Is it really that difficult to find ethnically-appropriate actors that Disney had to “brown up” its White extras in the upcoming live-action adaptation of Aladdin?
The highly-anticipated film, which stars Egyptian-Canadian actor Mena Massoud as the titular hero Aladdin and British-Indian actress Naomi Scott as Princess Jasmine, is currently being filmed in Surrey, in southeast England.
It was recently revealed that White actors have been brought in to fill background roles despite the location having over a million Asians who could fit the roles naturally.
— Disney (@Disney) September 6, 2017
According to The Times UK, Disney itself admitted to “browning up” dozens of White actors for roles requiring “skills that could not be readily found in the Asian community, such as stuntmen, dancers and camel handlers.”
Kaushal Odedra, an extra and stand in for a lead star, said he saw multiple “very fair skinned” actors lining up the makeup tents to have their skin darkened.
“On one set, two palace guards came in and I recognized one as a Caucasian actor, but he was now a darkly tanned Arab,” 32-year-old Odedra told the Times. “I moved inside the marquee where there were 10 extras and two were Caucasian, but they had been heavily tanned to look Middle Eastern.”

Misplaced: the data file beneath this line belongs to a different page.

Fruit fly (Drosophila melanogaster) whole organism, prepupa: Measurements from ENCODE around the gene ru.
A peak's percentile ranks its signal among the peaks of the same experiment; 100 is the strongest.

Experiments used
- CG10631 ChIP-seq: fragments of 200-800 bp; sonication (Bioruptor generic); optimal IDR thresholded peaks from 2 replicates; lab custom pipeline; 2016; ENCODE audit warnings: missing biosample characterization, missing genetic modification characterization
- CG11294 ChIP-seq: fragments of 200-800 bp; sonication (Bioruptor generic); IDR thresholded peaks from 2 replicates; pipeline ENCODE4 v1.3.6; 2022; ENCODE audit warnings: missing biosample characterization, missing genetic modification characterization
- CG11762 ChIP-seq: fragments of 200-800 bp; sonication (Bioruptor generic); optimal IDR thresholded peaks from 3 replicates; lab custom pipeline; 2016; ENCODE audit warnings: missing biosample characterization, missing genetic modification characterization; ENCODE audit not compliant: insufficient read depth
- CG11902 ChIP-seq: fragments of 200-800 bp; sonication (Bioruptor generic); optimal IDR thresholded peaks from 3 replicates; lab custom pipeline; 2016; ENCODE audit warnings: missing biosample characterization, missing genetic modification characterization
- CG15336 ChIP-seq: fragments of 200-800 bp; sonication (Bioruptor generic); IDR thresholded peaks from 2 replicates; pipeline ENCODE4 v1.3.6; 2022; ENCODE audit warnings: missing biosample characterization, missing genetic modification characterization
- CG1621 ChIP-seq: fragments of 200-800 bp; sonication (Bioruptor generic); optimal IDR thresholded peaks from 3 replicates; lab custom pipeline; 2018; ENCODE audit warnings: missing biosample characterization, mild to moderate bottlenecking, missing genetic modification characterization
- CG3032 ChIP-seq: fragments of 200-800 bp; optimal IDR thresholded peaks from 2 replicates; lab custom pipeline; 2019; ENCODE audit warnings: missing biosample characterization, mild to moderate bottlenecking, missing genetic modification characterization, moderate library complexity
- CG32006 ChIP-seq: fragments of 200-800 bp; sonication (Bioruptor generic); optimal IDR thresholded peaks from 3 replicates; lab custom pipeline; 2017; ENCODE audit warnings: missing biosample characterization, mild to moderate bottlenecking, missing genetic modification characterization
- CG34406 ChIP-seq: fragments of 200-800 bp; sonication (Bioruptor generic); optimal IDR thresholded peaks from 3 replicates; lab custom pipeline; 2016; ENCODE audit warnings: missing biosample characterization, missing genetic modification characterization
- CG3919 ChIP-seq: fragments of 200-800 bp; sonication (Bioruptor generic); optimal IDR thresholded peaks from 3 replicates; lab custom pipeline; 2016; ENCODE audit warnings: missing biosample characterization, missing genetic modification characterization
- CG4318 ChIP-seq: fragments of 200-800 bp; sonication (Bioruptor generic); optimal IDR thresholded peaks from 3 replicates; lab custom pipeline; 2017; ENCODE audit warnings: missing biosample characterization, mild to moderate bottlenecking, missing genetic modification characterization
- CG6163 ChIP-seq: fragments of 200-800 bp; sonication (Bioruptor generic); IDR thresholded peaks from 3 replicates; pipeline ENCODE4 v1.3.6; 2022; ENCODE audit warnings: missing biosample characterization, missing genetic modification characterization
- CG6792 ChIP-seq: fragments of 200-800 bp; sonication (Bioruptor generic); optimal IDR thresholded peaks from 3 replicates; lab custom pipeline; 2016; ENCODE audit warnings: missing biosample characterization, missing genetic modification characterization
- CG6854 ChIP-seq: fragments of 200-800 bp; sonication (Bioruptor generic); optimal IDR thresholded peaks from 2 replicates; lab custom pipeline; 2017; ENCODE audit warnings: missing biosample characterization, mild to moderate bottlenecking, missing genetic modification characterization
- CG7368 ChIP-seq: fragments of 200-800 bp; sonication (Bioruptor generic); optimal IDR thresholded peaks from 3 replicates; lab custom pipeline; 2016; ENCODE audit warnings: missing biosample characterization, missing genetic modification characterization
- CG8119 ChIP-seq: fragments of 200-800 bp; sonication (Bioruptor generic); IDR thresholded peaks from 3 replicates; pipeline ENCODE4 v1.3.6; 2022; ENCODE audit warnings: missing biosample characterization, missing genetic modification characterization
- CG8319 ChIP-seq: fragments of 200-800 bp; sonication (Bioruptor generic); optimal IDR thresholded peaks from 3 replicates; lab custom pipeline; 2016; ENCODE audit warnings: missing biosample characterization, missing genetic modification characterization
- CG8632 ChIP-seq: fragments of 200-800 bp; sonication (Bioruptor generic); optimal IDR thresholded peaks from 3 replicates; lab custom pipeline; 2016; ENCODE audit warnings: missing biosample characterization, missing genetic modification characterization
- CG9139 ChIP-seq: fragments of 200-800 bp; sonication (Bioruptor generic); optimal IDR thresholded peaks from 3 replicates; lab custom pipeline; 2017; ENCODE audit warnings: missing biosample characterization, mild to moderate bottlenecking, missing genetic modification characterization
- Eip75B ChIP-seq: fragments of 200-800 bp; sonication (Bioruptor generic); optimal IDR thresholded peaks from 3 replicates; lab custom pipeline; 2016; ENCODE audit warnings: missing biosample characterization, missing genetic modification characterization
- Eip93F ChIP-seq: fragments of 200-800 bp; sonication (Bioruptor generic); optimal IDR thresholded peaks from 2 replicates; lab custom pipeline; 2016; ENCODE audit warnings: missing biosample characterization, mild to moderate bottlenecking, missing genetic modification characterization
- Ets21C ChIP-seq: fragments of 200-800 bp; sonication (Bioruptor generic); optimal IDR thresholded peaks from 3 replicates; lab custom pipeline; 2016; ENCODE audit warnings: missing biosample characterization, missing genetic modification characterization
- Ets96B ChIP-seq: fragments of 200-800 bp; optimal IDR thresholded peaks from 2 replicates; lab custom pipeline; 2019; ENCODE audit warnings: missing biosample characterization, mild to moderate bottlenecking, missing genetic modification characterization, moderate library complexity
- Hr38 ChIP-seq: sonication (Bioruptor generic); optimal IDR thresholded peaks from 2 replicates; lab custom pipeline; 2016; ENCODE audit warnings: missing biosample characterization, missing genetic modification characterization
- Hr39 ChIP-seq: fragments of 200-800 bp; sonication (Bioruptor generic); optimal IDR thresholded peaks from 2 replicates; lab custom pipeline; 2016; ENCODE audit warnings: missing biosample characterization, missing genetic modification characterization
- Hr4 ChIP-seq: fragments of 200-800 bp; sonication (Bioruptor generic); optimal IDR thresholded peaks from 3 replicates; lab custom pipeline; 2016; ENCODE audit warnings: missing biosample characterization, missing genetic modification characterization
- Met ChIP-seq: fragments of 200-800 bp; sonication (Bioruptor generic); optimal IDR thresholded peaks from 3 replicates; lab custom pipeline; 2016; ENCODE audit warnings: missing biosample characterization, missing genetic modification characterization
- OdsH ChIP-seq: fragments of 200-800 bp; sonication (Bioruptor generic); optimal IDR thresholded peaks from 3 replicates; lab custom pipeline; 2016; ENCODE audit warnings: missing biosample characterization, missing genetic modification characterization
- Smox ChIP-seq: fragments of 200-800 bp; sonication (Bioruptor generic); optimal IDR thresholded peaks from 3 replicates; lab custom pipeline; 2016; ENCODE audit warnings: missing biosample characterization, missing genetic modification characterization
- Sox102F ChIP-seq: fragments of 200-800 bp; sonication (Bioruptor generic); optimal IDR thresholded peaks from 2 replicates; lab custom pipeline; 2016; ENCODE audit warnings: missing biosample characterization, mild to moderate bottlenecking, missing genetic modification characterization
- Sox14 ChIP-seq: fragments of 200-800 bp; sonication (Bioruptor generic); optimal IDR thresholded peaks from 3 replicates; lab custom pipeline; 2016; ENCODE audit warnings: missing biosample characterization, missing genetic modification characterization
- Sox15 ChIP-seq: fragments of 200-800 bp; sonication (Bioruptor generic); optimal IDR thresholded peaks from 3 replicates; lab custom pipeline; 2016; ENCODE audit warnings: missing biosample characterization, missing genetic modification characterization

“I asked a Saudi cast member what he made of having these extras being tanned so heavily,” he added, “and he said it’s unfortunate, but this is how the industry works, and there’s no point complaining about it since it isn’t going to change. Also, if I’d wanted to discuss it, speaking to the almost entirely white crew seemed somewhat intimidating.”
He further lamented that “Disney is sending out a message that your skin color, your identity, your life experiences amount to nothing that can be powered on and washed off.”
Disney has since released a statement saying the new version of Aladdin is the most diversely cast production that the company has ever done. The studio pointed out that 400 of the 500 background performers in the controversial scene were, in fact, Indian, Middle Eastern, African, Mediterranean and Asian.
“Great care was taken to put together one of the largest most diverse casts ever seen on screen,” a representative from Disney was quoted by Deadline as saying. “Diversity of our cast and background performers was a requirement and only in a handful of instances when it was a matter of specialty skills, safety and control (special effects rigs, stunt performers and handling of animals) were crew made up to blend in.”
Helmed by director Guy Ritchie from a screenplay written by him, John August and Vanessa Taylor, also stars Will Smith, Marwan Kenzari, Navid Negahban, Nasim Pedrad, Billy Magnussen, and Numan Acar. Aladdin is slated to be released on May 24, 2019.